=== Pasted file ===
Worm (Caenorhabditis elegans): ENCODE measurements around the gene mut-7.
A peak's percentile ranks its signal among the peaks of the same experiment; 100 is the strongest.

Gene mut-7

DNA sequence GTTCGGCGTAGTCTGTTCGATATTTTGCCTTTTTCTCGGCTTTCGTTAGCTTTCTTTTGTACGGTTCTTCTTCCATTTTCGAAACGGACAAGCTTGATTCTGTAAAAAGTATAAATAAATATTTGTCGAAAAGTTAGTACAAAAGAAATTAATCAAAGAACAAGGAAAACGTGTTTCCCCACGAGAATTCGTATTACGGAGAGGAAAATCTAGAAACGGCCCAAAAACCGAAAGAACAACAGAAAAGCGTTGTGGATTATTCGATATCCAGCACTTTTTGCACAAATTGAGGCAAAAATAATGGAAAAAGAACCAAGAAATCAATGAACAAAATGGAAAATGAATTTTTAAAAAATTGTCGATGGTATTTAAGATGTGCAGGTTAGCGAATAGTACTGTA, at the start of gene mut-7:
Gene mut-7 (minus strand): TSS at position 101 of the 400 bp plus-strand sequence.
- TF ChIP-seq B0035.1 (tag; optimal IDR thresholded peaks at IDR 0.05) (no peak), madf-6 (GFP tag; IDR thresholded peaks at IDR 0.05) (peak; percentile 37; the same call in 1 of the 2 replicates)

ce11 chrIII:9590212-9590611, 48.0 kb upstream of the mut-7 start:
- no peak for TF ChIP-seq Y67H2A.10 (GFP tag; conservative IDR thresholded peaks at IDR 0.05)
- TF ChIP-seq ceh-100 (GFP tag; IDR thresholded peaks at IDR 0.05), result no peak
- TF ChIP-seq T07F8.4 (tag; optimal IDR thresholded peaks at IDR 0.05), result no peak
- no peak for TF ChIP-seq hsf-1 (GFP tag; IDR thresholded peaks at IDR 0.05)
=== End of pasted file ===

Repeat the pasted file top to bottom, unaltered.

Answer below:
Worm (Caenorhabditis elegans): ENCODE measurements around the gene mut-7.
A peak's percentile ranks its signal among the peaks of the same experiment; 100 is the strongest.

Gene mut-7

DNA sequence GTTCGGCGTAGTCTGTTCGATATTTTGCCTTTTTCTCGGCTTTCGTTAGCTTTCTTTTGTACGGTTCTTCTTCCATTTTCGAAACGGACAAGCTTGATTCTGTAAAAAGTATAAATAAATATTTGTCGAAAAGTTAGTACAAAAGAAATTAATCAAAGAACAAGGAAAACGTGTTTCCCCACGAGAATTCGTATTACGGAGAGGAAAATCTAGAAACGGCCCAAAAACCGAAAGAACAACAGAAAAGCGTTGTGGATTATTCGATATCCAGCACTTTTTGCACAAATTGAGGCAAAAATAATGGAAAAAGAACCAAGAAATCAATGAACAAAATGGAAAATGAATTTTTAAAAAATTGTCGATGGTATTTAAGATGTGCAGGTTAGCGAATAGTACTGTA, at the start of gene mut-7:
Gene mut-7 (minus strand): TSS at position 101 of the 400 bp plus-strand sequence.
- TF ChIP-seq B0035.1 (tag; optimal IDR thresholded peaks at IDR 0.05) (no peak), madf-6 (GFP tag; IDR thresholded peaks at IDR 0.05) (peak; percentile 37; the same call in 1 of the 2 replicates)

ce11 chrIII:9590212-9590611, 48.0 kb upstream of the mut-7 start:
- no peak for TF ChIP-seq Y67H2A.10 (GFP tag; conservative IDR thresholded peaks at IDR 0.05)
- TF ChIP-seq ceh-100 (GFP tag; IDR thresholded peaks at IDR 0.05), result no peak
- TF ChIP-seq T07F8.4 (tag; optimal IDR thresholded peaks at IDR 0.05), result no peak
- no peak for TF ChIP-seq hsf-1 (GFP tag; IDR thresholded peaks at IDR 0.05)